As one national tragedy follows another, the ubiquitous Twitter prayer meme—the most recent in the aftermath of the tornados in Oklahoma (#PrayForOklahoma)—continues to attract attention from media religion-watchers. I spoke this week to CNN Belief Blog co-editor Daniel Burke about the phenomenon as a marker of changing American religiosity:
The social-media sparring over prayer and God’s will reflect a culture in which traditional notions of religion – and the places where people talk about faith – are changing faster than a Twitter feed, said Drescher, the Santa Clara lecturer.
“We’re watching people re-articulate what it means to be spiritual and religious,” she said.
The full story is here.
While not specifically focused on the spiritual practice of prayer, a recent story I wrote for Religion Dispatches on a the response of a village church in Western New York to an act of vandalism highlights the negotiation of religious meaning in public spaces. I suggest that Grace Episcopal Church, Rudolph takes seriously the built church itself as social media, engaging creatively and compassionately with a local tagger, effecting its own “conversion” to new ways of being church:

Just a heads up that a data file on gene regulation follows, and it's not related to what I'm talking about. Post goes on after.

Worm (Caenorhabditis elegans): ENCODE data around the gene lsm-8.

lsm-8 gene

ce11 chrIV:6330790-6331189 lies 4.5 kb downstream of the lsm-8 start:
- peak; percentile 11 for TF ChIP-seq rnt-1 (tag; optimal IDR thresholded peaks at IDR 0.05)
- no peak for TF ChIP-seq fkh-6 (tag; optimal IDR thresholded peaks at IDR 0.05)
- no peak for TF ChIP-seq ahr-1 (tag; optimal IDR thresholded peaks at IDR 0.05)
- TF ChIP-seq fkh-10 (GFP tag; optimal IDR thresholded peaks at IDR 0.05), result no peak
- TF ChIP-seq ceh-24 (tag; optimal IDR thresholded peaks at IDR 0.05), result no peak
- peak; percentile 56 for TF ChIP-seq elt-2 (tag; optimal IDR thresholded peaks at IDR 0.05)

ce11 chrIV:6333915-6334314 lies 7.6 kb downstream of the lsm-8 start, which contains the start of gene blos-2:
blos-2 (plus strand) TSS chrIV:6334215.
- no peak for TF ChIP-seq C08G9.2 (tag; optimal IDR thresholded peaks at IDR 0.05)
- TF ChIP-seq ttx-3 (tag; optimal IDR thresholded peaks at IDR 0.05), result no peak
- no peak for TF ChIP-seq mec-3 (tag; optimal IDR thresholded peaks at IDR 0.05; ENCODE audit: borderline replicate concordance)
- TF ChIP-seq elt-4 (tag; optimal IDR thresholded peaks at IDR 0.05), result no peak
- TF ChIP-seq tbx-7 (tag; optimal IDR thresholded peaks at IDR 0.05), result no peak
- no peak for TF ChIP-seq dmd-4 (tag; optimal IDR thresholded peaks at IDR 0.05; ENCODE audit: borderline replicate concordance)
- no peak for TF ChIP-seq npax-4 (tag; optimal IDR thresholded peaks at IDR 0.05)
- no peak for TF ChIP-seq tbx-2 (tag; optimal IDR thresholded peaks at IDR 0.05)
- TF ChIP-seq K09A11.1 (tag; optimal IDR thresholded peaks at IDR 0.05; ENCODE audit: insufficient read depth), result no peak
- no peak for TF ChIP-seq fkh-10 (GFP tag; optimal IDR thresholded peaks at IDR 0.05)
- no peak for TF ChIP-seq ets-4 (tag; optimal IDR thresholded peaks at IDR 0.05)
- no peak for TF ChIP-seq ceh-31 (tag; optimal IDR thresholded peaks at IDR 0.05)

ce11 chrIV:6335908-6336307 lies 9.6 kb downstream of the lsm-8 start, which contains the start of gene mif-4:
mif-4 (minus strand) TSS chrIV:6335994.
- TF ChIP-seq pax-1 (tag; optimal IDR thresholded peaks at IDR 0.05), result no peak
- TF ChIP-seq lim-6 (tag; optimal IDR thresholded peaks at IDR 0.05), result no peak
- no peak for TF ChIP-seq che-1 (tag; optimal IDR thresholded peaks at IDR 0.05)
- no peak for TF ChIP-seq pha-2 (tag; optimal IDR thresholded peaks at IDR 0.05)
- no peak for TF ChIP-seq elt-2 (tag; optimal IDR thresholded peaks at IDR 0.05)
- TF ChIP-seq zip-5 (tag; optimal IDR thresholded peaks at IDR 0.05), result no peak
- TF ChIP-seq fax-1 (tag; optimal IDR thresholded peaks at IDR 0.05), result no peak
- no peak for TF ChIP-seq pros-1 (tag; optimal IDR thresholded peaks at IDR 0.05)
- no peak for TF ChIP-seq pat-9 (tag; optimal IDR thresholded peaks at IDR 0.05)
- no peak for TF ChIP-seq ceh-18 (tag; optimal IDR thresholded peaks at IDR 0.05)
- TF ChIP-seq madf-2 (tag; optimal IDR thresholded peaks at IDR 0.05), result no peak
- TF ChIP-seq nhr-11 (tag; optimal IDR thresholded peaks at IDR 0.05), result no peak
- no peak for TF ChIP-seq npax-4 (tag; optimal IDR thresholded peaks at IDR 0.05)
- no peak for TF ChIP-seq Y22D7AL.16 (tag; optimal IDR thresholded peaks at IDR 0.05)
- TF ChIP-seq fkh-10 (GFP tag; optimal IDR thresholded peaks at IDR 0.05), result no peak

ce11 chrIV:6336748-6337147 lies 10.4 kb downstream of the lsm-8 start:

But the bigger conversion, it seems to me, is of a small church in a world of changing, arguably declining, religiosity recognizing that the main currents of religious and spiritual meaning-making flow outside its doors. It’s the story of a fairly traditional church actively recognizing that religious doubt, religious critique, and all manner of theological questioning that once would have been seen as belonging squarely within the clapboard walls of a village church unfold in a much wider, much more broadly networked universe.
The initial story is available here. It turns out that, “after school special style,” the family of the tagger approached the church to make restitution on behalf of their son. A follow-up piece is in the works.